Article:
- An obligation on auditors to report to both the audit committee and shareholders on the extent to which their work has been influenced and informed (or not) by any external signals which might imply enhanced risk in the company whose financial statements are being audited.
BEIS will need to consult on the detail of the changes proposed in the final report.
The final report also sets out suggestions in the context of capital maintenance/dividends, although it notes that these have not been framed as formal recommendations given work already underway in BEIS on these issues.
(BEIS: The quality and effectiveness of audit - independent review by Sir Donald Brydon, 18.12.19)
(BEIS: Independent Review into the Quality and Effectiveness of Audit - List of recommendations, 18.12.19)
FRC: Practice Aid on audit quality for audit committees updated
On December 19, 2019 the Financial Reporting Council (FRC) issued an update of its Practice Aid to assist audit committees in evaluating audit quality in their assessment of the effectiveness of the external audit process (Practice Aid). The Practice Aid has been updated to reflect developments in the governance and auditing framework since the first edition was issued in 2015 and it takes account of commentary from audit committees suggesting how the Practice Aid could be more practical in focus and more clearly presented.
Parts of the background material in the Practice Aid has been consolidated and shortened and the illustrative considerations for audit committees have been updated and made more practical. New sections have been added addressing the audit tender process, stressing that high-audit quality should be the primary selection criterion, and matters to be covered in audit committee reporting.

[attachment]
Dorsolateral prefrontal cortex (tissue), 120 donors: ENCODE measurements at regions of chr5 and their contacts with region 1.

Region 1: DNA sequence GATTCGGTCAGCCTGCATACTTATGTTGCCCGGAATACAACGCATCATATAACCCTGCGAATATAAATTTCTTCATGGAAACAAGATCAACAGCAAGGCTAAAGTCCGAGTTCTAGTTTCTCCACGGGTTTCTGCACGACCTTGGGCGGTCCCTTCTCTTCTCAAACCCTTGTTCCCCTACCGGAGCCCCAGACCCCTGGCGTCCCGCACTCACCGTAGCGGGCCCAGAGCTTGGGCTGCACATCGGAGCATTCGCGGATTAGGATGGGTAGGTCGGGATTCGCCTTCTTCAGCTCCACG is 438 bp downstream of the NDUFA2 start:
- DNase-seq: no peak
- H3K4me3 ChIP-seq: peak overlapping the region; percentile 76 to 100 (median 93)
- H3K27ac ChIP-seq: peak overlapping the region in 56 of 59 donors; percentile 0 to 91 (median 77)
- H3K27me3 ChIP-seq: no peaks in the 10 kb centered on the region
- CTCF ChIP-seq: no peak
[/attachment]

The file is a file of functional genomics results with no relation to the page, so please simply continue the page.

The framework set out in the Practice Aid focuses on understanding and challenging how the auditor demonstrates the effectiveness of key professional judgments made throughout the audit and how these might be supported by evidence of critical auditor competencies. The Practice Aid also sets out practical suggestions on how audit committees might tailor their evaluation in the context of the company’s business model and strategy; the business risks it faces, and the perception of the reasonable expectations of the company’s investors and other stakeholders.
Although the Practice Aid is designed for premium listed companies, the FRC suggests that it may assist other companies, including those voluntarily adopting the UK Corporate Governance Code
(FRC: Updated practice aid on audit quality for audit committees, 19.12.19)
ESMA: Report on EU issuers' use of alternative performance measures
On December 20, 2019, the European Securities and Markets Authority (ESMA) published a report on EU issuers' use of alternative performance measures (APMs) and on the state of compliance with its APM Guidelines issued in 2016 (Guidelines).